Beetroot is at it’s brilliance right now. It has mounted up its levels of betacarotene (improves vision and skin rejuvenation in time for the dark and cold nights), and folic acid (apart from pregnancy support, it is also an anti-depressant), and one of those vegetables reputed to cleanse the liver and strengthen stamina and cardiac health, thanks to its enrichment of manganese and potassium. 

The benefits of food grown in season is glaringly obvious

If you’re not growing it, buy it and remember to grow it next year.

The chill will sweeten, so leaving it in is cool (pardon the pun) and it stores best in a fridge — so harvest as you go rather than in combine-harvester fashion. 

Brussels sprouts, cabbage, kale and other darky leafy veg are great to eat now to engender a brighter outlook. Depression is often complicated by deficiency in vitamin D (sunshine, mushrooms, yoghurts and oily fish) or a deficiency in B-complex vitamins.

Our brassicas all have good b-complex as well as being jam packed with antioxidants, anti-inflammatory compounds and those wonderful cancer-fighting glucosinolates.

Raw, fermented or steamed cabbage has cholesterol-lowering properties, the old boiled-for-a week mush is not much good for anything. 

Kale has plenty of brain fuel and health-extending vitamins as well as essential dietary fibre and omega-3 fatty acids. 

Sprouts are not just for Christmas. They are full of vitamin C and vitamin K to help you survive the Christmas shop and actually on a serious note, do help the body eliminate environmental toxins and help manage stress-related diseases.

The benefits of food grown in season is glaringly obvious

I like the nutty sweet taste of celeriac in a roast veg dish or a soup. And I really appreciate both at this time of the year to warm my bones after a stint in the garden. 

And while it is fiddly to clean and de-skin, I also appreciate that its potent content of vitamin-K is also mineralising those cold bones and slowing the process of any potentially occurring neuronal damage in my brain.

Jerusalem artichokes are in season and are great in an autumnal gratin but they are also health boosters from the sunflower family. 

The magical part of them is the content of inulin which is a prebiotic fibre that stimulates the growth of bifidobacteria which boost digestive health and immune system functioning.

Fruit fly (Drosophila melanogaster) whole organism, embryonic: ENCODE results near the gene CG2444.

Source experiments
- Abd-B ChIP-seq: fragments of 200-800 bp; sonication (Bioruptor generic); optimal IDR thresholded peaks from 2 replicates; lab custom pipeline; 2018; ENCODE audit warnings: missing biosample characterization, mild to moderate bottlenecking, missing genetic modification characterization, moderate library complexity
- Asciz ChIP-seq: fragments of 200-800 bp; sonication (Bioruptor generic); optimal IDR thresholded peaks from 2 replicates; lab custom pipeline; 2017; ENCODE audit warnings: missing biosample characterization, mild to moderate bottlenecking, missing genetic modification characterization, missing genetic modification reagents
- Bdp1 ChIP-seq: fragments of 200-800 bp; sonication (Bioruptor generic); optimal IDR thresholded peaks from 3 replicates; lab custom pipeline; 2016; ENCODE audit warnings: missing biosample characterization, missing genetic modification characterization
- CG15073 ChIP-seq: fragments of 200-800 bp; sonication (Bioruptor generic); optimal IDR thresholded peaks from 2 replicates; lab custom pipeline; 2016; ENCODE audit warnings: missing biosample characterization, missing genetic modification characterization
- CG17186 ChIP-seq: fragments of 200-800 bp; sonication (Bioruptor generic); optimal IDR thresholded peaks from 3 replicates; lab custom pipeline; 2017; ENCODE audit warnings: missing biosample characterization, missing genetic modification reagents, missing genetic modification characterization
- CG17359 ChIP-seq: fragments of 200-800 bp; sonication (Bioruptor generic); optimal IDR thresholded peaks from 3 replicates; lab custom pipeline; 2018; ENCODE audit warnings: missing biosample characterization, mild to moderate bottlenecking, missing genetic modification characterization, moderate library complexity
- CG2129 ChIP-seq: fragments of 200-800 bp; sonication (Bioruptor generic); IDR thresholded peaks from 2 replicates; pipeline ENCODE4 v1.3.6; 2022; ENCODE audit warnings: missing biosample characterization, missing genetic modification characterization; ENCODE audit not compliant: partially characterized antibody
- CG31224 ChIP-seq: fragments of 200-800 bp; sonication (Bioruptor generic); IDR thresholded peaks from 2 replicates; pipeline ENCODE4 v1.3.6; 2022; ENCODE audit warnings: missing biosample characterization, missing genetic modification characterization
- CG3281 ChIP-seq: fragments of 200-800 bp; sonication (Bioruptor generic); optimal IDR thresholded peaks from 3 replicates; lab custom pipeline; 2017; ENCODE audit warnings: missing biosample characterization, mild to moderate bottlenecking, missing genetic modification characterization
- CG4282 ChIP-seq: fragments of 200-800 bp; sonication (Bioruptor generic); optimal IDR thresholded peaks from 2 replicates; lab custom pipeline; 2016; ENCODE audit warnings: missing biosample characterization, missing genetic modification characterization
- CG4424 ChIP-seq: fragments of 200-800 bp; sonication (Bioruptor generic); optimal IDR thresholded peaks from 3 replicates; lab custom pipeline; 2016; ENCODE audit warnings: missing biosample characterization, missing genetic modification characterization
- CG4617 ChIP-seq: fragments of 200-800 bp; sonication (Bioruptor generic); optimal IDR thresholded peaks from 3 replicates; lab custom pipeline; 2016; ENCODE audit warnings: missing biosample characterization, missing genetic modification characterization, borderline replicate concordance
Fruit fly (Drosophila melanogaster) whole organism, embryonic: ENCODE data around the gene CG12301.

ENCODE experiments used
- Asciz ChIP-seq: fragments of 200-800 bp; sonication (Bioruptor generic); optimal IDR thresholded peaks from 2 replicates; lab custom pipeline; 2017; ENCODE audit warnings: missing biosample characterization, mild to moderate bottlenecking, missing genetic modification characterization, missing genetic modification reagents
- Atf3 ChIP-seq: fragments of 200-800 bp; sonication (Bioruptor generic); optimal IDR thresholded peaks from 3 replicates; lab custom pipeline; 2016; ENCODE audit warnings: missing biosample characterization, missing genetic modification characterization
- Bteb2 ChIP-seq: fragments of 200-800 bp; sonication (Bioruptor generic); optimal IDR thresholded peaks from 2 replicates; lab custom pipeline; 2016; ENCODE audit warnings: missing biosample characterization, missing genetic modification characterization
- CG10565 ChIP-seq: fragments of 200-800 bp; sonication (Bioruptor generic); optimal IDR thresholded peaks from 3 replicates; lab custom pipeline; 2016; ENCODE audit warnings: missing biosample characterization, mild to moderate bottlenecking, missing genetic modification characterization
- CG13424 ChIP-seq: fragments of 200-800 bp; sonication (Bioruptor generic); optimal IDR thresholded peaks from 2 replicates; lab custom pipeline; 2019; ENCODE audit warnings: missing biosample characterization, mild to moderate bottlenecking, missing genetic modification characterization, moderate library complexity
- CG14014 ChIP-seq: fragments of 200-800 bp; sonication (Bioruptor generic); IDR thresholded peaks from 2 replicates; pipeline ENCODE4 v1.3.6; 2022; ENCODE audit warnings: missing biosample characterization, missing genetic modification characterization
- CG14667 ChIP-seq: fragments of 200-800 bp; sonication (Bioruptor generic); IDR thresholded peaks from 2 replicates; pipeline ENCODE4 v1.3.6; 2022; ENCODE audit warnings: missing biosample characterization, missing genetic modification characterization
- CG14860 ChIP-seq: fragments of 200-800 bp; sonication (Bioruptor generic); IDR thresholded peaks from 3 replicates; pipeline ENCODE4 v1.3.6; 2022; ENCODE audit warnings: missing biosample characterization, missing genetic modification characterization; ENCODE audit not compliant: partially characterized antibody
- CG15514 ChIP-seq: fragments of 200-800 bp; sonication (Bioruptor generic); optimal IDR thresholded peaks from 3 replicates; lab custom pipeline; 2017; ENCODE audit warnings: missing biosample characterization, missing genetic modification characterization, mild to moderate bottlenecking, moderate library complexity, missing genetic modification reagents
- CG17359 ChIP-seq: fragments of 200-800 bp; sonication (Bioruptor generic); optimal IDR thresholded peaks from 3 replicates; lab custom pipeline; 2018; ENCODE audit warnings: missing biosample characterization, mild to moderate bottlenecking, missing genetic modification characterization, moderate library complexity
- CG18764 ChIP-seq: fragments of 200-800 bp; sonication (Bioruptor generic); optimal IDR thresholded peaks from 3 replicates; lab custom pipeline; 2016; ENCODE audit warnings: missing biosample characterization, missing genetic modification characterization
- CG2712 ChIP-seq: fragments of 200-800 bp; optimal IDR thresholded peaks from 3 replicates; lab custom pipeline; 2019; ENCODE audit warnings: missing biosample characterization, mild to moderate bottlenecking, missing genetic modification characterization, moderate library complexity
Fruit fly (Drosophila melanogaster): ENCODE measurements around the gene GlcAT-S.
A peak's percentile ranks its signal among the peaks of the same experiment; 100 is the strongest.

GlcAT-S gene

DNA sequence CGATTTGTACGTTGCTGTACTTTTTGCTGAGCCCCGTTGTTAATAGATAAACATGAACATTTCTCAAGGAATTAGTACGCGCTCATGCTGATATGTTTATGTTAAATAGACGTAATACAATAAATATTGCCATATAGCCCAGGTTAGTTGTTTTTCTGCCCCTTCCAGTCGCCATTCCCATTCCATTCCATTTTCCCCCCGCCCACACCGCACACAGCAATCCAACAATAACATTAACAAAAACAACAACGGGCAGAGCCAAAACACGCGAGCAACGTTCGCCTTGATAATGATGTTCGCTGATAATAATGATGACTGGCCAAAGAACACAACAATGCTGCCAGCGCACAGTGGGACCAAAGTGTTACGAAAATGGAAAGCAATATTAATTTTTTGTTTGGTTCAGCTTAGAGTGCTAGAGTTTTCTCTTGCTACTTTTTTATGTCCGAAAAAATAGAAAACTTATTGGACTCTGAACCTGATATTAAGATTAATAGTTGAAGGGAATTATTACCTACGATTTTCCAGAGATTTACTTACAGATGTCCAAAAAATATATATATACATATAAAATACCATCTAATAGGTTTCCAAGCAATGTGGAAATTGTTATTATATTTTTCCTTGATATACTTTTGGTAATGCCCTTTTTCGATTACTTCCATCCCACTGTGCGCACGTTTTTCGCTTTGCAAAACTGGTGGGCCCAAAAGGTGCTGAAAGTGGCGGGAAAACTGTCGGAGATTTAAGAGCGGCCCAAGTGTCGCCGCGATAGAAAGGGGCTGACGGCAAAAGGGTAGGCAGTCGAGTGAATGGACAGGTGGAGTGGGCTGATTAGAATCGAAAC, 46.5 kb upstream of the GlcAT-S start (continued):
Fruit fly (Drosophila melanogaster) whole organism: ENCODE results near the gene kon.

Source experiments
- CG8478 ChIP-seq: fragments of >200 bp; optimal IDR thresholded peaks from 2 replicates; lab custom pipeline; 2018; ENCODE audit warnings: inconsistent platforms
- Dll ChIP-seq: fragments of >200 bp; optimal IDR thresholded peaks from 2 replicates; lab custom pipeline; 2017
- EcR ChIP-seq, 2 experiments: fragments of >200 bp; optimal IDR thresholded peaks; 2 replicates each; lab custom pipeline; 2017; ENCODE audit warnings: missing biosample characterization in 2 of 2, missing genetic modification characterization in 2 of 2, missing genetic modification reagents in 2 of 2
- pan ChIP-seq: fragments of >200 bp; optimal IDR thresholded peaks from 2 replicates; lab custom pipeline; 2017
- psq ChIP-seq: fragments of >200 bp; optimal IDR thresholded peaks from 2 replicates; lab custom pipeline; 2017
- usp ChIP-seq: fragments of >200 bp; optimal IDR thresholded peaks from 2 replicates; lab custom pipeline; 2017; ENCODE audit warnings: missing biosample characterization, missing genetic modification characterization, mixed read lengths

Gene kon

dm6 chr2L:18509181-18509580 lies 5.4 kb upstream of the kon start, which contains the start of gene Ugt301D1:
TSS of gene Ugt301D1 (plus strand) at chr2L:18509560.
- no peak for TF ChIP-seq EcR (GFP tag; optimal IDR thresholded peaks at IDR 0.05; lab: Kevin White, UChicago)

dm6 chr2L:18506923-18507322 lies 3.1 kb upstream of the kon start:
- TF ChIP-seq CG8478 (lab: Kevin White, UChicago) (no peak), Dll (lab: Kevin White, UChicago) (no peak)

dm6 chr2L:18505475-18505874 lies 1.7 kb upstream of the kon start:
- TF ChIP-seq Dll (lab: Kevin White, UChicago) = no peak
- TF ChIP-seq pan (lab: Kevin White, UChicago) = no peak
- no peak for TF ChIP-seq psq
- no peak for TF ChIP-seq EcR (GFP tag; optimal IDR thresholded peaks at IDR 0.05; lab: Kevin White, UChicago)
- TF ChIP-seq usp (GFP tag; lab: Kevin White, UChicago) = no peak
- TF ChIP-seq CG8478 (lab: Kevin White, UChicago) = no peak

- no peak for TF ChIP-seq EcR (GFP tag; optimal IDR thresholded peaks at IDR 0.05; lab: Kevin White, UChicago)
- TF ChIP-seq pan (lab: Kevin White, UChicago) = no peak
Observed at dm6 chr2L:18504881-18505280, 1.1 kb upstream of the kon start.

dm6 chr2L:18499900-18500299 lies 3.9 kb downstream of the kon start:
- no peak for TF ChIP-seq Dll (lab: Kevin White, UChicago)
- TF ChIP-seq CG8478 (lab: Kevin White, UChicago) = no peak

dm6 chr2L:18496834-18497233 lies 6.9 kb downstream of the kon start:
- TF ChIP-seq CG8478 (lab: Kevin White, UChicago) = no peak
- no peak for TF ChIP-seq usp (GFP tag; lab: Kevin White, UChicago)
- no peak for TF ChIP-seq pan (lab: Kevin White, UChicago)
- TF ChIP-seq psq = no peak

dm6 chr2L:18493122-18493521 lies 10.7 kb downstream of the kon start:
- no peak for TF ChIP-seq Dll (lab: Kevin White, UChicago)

I generally let parsnips sit until after frosts, for the sweetness, but if you have a sweet tooth and are in the realm of becoming or remaining diabetic, then parsnips are one for your plot and plate. 

The benefits of food grown in season is glaringly obvious

The majority of fibre content in parsnips is the soluble fibre kind which helps mop up excess sugars in the system and regulates high-blood cholesterol. 

Similarly, swedes and turnips improve metabolic function and digestion and have many benefits to lowering the dangers of diabetes. Swedes are a bit less watery in texture than turnips. Store both at low temperatures and remove all foliage.

Now that Halloween is over we can consider pumpkin and winter squashes for their food value. 

An average kitchen cup of cooked pumpkin delivers 200% of your recommended daily requirement of vitamin A. Plus you get the seeds packed with dietary fibre and hearty and brain healthy mono-unsaturated fatty acids.

Winter squashes are equally amazing with the same cup quantity delivering between 300mg to 400mg of omega-3 fats and all that anti-inflammatory benefit.

The benefits of food grown in season is glaringly obvious

You may still have some maincrop carrots to lift and so get a crunch portion of vitamin A, vitamin C, vitamin K, vitamin B8, pantothenic acid, folic acid and also potassium, iron, copper, and manganese. 

And those leeks are looking good, with all the same health benefits as garlic and onions and a good chance to avail of their blood strengthening iron.